So does this mean that men who are unable to have erect penises cannot enjoy sex or live a meaningful life? Certainly not. We know that sex and existence is about more than just the penis. Men are perfectly capable of creating meaningful connections (sexual and otherwise), regardless of the manner in which their penis behaves. However, the existential importance of the penis needs to be considered when helping these men find this new meaning in their lives, and develop a new sense of self sexually. Treatments that only target the symptom and neglect to explore the meaning of the symptom will often not serve these men (and/or their partners) well. Working with these men, listening to the expression of the anxieties, and helping them find a renewed pathway to a meaningful existence, is among the greatest joys of being a psychotherapist.
Walter (not his real name—identifying details have been altered to preserve confidentiality) was a 58 year old, married man, who had undergone radical prostatectomy 3 years before our meeting. Much to his dismay, he never regained erectile functioning following surgery. He tried oral medications without much success, and found penile injections to be intrusive and unsatisfying. As a result of not being able to function sexually as he would like, Walter retreated from all affection with his wife. When queried about this, his response was, “Why start something I can’t finish?” Clearly, Walter suffered extreme embarrassment and frustration due to his erectile loss, and this created considerable distress for his wife and his marriage. Walter was angry that he wasn’t one of the fortunate men to undergo prostate cancer treatment and emerge with intact erectile ability. He also admitted feeling dreadfully broken and didn’t see how he would ever again be able to view himself as a fully functional man. He further described that even if he were able to regain erections by means of some assistive device, he would be unhappy because he would know that he was unable to sexually function autonomously. A therapy that focused solely on Walter’s presenting symptom (erectile dysfunction) would miss the underlying existential anguish that he was suffering. Therapy for Walter, and later with Walter and his wife, consisted of a deep exploration of his fears of death, isolation, and loss of ability to connect with his wife. Once these concerns were adequately addressed, Walter was able to find meaning and connection within the constraints of his physical limitations.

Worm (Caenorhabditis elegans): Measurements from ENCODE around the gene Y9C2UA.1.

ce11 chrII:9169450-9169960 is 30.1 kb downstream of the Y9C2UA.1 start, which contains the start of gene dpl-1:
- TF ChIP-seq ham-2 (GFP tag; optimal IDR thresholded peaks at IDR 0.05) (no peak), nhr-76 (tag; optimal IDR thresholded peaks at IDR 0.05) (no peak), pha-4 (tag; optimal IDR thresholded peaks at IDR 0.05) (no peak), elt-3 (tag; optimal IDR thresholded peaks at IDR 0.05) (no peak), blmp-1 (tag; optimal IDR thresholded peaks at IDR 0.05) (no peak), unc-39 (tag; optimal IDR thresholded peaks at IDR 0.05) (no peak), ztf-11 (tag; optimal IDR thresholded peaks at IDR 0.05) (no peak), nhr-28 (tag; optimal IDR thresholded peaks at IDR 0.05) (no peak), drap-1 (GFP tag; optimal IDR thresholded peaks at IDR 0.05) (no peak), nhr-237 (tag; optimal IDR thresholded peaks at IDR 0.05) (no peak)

Men have deep concerns about a variety of complex existential issues. Anxiety regarding death, isolation, lack of meaning, freedom, responsibility, and connection resonate loudly for the men that I work with. Despite its appearance, sex, penile functioning, and the psychology of men are anything but simple.
About the Author:
Dr. Daniel N. Watter is a founding partner of the Morris Psychological Group, P.A. located in Parsippany, New Jersey. His primary areas of practice focus on the treatment of individuals and couples experiencing sexual and/or relationship problems.
Dr. Watter received his doctoral degree from New York University in 1985, and has also earned a post-graduate certificate in Medical Humanities from Drew University. He is licensed by the State of New Jersey as both a psychologist and a marital and family therapist. In addition, he is Board Certified in Sex Therapy by the American Association of Sexuality Educators, Counselors, and Therapists (AASECT), and the American Board of Sexology (ACS), of which is also holds Fellowship status. Dr. Watter is an AASECT certified sex therapy supervisor, and has been elected to Fellowship Status in the International Society for the Study of Women’s Sexual Health (ISSWSH).
Dr. Watter is a member of several professional organizations, and has been elected to leadership positions in many. He is the current president of the Society for Sex Therapy and Research (SSTAR), and has recently completed two terms on the New Jersey Psychological Association’s Ethics Committee where he spent two years as the Committee’s chairperson. Dr. Watter is also the former chair of the Diplomate Certification Committee for the American Association for Sexuality Educators, Counselors, and Therapists (AASECT). He is the author of several professional articles and book chapters, including the chapter, Ethics and Sex Therapy: A Neglected Dimension, in the second edition of Peggy Kleinplatz’ book, NEW DIRECTIONS IN SEX THERAPY: INNOVATIONS AND ALTERNATIVES. In 2009, Dr. Watter was appointed by New Jersey Governor Jon Corzine to the State Board of Psychological Examiners
Dr. Watter is the current President of the Society for Sex Therapy and Research (SSTAR).